Mckenna Dallmeyer and Adam Sabes, Campus Reform
The University of Michigan paid Ibram X. Kendi $20,000 to speak at a one-hour virtual event in November 2020.
Campus Reform obtained the contract through a public records request, which detailed that the November 11 speaking engagement would occur on Zoom.
The university’s November 2020 talk, “Discussion with Dr. Ibram X. Kendi,” centered around the Boston University professor’s book Stamped from the Beginning: The Definitive History of Racist Ideas in America.
“SOME AMERICANS cling desperately to the myth that we are living in a post-racial society, that the election of the first Black president spelled the doom of racism. In fact, racist thought is alive and well in America – more sophisticated and more insidious than ever,” the book description reads.
In Stamped from the Beginning, Kendi praises Malcolm X as an “assimilationist,” “anti-White separatist,” and “antiracist” who “inspired millions.”
“Possibly no other American autobiography opened more anti-racist minds than The Autobiography of Malcolm X,” an excerpt of the book reads.
The School of Education, the School of Social Work, the Rackham Graduate School and the Michigan Ross School of Business sponsored the discussion.
Campus Reform obtained a copy of the contract between the University of Michigan and Kendi’s speaking agency.
The Regents of the University of Michigan agreed to pay Kendi’s speaking agency, Penguin Random House, $20,000 for the one-hour virtual event of which Kendi spoke for 45 minutes and answered questions for 15 minutes.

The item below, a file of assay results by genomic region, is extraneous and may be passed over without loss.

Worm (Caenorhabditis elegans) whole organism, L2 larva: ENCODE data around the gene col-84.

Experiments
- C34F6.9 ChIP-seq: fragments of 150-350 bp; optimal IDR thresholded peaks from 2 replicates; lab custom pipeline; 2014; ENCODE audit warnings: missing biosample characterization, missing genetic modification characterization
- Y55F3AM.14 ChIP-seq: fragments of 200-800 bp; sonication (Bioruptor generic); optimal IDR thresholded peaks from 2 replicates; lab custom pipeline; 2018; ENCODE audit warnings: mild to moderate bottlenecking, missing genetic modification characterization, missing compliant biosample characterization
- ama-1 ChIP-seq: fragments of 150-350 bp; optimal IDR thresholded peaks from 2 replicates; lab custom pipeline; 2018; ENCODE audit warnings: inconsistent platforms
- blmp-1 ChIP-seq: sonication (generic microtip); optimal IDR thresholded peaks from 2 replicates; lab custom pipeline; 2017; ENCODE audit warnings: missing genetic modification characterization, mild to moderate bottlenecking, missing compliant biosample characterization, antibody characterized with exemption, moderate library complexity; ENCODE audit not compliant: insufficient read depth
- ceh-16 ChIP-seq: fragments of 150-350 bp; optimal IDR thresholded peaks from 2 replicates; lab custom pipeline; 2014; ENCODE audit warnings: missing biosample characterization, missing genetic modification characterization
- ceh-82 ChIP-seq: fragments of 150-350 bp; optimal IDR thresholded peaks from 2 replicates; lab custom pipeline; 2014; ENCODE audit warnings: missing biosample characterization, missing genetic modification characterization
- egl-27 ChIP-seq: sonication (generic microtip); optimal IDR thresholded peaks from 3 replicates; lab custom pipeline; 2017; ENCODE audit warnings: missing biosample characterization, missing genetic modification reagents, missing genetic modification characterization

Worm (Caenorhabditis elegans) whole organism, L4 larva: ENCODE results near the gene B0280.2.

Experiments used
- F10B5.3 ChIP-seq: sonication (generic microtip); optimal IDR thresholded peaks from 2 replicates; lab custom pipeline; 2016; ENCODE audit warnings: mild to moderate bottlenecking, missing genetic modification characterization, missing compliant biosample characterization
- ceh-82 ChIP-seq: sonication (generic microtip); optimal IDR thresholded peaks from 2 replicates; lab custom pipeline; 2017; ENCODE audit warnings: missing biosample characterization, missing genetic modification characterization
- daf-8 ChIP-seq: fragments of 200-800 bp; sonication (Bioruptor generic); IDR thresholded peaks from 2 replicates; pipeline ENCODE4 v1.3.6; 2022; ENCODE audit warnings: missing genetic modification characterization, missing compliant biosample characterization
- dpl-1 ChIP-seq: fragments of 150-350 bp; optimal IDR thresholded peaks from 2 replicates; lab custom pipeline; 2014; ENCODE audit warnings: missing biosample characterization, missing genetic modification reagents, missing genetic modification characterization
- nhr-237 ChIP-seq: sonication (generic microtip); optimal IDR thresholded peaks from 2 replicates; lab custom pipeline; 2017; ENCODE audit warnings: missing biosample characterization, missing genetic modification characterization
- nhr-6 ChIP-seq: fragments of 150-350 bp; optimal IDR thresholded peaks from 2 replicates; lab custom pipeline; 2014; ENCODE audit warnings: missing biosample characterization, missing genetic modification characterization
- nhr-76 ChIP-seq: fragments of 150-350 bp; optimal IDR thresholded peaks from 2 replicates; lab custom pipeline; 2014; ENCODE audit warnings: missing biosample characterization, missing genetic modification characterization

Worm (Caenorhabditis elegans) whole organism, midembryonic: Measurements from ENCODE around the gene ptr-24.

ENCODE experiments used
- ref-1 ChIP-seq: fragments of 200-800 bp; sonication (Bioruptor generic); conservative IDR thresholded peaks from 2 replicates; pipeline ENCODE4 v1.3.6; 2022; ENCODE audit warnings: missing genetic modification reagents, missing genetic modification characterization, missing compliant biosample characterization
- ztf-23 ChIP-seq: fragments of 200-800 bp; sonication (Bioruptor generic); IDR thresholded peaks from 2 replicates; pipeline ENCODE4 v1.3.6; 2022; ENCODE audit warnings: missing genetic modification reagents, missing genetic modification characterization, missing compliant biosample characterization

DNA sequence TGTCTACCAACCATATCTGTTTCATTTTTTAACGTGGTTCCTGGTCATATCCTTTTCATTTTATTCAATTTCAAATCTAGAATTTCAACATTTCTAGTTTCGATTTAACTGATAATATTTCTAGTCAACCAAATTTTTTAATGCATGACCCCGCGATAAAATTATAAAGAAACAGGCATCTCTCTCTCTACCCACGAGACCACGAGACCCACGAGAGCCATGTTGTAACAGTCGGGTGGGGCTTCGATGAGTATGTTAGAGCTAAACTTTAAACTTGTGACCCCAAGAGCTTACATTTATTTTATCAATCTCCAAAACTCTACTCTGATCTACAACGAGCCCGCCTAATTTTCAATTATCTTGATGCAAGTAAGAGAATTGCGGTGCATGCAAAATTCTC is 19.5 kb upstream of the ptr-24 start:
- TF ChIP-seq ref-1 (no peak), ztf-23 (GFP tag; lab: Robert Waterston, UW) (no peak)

The contract between the University of Michigan and Penguin Random House also noted that Kendi would be unavailable to do “sound checks, microphone checks, AV checks.”
Additionally, the contract stipulated that if the event went over 1,000 attendees, Penguin Random House would charge a higher amount.
Campus Reform asked the director of Public Affairs and Internal Communications at the University of Michigan Rick Fitzgerald where the funds came from to cover the cost of the event.
“Costs for this event were covered by the university’s General Fund. General Fund money comes from a variety of sources, including student tuition and fees, state appropriations and costs recovered from sponsored research activities,” Fitzgerald replied.
“It pays for teaching, student services, facilities and administrative support for the university,” he continued.
Ryan Fisher, a senior and president of the university’s College Republicans chapter, told Campus Reform that he is disappointed but not surprised by this news.
“While we do not support most anti-racist curricula, the University spends money in countless frivolous ways,” Fisher said.
Campus Reform reached out to University of Michigan and Kendi for comment; this article will be updated accordingly.
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